Éirinn go Brách! And in honor of St. Patrick’s Day, I found a Judith painted by an Irishman.
Sadly, there is little to describe this painting by elusive John Luke – which always sends me on a flight of fancy. The driving force behind this flight is the burning question: why did the artist choose this theme? Out of all the things he could have depicted, why was the decapitation of Holofernes by the widow Judith so alluring or so meaningful? What was the artist trying to convey?
There is often a clue in the progression of theme and technique for the artist – but in this case it doesn’t help because there is no date and no obvious location in the timeline of John Luke’s works. Other themes he examined include landscapes of highly formalized structures (Connswater Bridge – 1934, The Bridge – 1936, The Road to the West – 1944, The Old Callan Bridge – 1945) and collections of colorful, stylized characters (The Three Dancers – 1945, Northern Rhythm – 1946, The Dancer and the Bubble – 1947, The Rehearsal – 1950). Judith does not fit in either of these categories.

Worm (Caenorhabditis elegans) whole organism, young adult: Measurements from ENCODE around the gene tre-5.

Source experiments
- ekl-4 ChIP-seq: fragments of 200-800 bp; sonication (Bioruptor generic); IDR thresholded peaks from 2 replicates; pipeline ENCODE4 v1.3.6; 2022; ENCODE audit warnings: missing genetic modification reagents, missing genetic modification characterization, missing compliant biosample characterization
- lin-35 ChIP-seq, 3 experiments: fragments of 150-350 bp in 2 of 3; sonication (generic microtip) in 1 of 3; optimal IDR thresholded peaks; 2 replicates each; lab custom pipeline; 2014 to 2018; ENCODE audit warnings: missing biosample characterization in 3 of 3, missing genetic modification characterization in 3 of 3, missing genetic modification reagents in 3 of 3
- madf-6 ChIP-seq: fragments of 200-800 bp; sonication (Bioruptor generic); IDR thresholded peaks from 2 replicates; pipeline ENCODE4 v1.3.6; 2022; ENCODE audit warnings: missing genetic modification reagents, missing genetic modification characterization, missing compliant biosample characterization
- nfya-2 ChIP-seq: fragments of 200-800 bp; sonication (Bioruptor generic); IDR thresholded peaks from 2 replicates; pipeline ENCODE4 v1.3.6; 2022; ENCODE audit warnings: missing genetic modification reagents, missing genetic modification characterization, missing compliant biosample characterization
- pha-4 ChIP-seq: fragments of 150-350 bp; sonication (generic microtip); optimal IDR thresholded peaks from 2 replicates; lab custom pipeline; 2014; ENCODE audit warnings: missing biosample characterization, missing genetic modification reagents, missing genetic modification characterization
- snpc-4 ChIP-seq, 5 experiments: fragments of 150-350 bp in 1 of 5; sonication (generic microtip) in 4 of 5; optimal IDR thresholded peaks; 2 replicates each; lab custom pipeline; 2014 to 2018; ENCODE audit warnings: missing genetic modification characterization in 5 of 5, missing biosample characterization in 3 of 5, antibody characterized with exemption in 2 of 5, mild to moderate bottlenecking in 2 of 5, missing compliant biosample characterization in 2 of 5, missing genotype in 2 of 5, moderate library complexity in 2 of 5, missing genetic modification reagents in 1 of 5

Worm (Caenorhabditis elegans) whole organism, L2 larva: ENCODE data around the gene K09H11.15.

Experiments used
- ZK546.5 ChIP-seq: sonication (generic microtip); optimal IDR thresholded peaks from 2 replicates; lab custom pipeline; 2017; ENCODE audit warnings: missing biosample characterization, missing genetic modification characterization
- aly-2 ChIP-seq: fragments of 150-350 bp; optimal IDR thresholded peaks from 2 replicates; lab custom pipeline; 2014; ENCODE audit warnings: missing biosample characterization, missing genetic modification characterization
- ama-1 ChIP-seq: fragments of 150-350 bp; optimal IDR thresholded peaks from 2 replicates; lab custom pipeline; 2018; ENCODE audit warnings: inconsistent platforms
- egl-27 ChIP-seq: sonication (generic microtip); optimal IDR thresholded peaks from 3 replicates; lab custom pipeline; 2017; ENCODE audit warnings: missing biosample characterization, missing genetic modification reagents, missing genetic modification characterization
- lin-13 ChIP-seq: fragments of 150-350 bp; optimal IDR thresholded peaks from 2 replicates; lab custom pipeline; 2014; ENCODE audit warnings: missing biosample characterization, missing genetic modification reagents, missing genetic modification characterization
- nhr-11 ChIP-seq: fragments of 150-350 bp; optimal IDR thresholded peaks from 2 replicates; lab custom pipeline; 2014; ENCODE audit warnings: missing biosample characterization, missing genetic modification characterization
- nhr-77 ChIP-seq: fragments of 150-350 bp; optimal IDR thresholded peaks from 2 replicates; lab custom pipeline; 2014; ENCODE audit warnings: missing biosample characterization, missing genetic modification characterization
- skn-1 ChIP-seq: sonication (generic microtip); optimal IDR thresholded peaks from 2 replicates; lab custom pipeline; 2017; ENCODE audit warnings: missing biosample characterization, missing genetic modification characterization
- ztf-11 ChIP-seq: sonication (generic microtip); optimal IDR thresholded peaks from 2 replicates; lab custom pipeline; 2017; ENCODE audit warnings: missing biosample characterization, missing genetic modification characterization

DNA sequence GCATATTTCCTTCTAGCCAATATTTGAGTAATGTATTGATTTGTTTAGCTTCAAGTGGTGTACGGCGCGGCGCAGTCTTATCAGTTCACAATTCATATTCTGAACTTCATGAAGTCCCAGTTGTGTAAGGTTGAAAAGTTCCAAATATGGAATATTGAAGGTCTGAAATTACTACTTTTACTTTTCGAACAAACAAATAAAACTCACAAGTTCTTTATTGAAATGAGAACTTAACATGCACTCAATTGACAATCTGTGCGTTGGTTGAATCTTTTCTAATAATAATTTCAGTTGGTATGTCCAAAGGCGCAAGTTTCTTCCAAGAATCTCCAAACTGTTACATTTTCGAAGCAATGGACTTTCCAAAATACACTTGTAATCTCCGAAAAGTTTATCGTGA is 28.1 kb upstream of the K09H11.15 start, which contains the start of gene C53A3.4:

But Fortune smiled and handed me the following description of the exhibit “Northern Rhythm: The Art of John Luke, 1906-1975” at the Ulster Museum going on right this very minute (November 2, 2012 to April 28, 2013)!! in the video describing the exhibit, Dr Joseph McBrinn from the University of Ulster explains that “Judith and Holofernes” won Luke the second prize in the 1929 summer competition of The Slade School of Fine Art (University College London).
He wins this based on the merit of interpreting a biblical subject in contemporary dress in a very imaginative way. The subject was painted by artists as famous as Botticelli, Mantanga, Michelangelo but what Luke does with it is completely original and was really an extraordinary re-interpretation into 20th century contemporary dress.
But for me, it is about more than just the dress (and we KNOW I can get distracted by the dress). The entire atmosphere is so spare and somber, the room so devoid of color and ornaments, and Judith appears to be so young. At first I thought the scene was a classroom and Judith was a student (Holofernes a teacher?) – but the bed in the background suggests otherwise. There is something about the sparsity that implies lack of emotion and presence of deliberation – an efficiency that does not even create a pool of blood on the floor or a stain on Judith’s dress. An action completed without fear or regret or celebration.
Or perhaps it’s just the Luck of the irish.